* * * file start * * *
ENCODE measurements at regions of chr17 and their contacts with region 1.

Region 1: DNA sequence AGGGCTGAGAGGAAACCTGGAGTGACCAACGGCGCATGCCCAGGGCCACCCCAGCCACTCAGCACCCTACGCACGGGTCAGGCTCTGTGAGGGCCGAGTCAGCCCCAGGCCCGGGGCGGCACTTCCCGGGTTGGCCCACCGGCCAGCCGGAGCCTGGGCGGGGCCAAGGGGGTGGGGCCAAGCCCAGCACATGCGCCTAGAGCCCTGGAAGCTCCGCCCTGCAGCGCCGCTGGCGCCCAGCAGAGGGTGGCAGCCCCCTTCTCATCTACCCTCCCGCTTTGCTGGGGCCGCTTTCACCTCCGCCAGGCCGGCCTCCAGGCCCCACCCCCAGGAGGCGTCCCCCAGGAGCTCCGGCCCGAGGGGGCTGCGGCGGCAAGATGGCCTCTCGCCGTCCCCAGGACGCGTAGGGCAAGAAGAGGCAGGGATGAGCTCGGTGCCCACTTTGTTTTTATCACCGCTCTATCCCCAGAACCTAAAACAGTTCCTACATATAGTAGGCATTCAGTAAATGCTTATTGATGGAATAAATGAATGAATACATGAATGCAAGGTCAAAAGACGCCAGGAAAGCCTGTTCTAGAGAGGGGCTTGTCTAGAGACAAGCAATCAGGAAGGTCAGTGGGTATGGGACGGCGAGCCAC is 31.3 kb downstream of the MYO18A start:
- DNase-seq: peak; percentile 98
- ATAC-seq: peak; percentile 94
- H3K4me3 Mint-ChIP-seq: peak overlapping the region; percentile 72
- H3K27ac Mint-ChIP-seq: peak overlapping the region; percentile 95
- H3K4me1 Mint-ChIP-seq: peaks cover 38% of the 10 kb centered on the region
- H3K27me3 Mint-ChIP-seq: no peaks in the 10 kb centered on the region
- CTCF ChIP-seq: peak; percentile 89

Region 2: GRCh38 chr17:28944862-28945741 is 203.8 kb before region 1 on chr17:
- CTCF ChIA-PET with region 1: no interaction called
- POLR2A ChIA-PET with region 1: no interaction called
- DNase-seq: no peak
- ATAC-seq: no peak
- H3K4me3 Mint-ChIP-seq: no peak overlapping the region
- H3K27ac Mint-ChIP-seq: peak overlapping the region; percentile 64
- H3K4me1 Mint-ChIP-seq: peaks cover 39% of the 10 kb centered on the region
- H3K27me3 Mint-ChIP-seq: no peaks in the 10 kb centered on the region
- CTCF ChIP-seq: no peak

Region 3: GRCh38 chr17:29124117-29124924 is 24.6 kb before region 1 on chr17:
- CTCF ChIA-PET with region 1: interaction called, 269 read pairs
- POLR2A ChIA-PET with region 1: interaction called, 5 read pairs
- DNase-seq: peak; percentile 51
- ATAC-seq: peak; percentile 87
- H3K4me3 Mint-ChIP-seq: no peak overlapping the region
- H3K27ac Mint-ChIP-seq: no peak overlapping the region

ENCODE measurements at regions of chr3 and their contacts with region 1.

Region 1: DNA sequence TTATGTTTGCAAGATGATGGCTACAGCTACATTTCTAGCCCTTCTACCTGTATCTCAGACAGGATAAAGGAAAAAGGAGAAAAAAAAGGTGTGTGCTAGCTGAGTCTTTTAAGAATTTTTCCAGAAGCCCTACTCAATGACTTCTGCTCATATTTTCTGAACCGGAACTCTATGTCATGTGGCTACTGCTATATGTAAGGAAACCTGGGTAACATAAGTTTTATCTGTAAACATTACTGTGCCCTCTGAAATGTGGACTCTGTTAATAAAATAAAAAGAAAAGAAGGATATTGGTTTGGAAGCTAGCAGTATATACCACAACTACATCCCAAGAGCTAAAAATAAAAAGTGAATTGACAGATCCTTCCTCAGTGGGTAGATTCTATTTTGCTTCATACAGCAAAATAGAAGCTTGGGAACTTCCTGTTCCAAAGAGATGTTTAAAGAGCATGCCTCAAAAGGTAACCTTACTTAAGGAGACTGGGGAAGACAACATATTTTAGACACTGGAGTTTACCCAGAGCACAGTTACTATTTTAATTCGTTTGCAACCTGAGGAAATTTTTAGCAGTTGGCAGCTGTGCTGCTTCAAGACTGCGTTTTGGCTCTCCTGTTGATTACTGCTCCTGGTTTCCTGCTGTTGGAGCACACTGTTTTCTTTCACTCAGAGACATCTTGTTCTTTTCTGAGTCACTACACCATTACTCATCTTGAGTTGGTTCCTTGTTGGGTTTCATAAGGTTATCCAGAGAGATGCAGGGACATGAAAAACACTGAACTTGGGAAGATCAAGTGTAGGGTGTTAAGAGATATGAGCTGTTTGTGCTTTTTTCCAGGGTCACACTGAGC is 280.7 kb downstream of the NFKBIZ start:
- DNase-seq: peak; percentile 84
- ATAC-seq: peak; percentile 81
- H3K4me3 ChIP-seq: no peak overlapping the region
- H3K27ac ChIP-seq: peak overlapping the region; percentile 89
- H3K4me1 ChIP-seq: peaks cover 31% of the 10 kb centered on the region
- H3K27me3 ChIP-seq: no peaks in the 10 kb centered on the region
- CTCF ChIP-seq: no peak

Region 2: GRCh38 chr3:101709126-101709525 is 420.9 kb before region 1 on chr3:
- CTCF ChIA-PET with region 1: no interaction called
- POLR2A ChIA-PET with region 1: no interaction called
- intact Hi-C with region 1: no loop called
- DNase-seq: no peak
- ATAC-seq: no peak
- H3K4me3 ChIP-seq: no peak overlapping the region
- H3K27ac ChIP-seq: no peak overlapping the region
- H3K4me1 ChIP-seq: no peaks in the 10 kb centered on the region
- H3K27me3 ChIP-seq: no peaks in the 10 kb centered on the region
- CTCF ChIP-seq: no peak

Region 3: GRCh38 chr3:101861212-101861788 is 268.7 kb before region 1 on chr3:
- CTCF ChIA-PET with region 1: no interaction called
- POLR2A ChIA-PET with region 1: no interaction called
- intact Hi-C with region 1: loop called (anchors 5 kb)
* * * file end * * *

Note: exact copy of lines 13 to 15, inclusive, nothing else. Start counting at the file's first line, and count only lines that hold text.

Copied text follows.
- DNase-seq: no peak
- ATAC-seq: no peak
- H3K4me3 Mint-ChIP-seq: no peak overlapping the region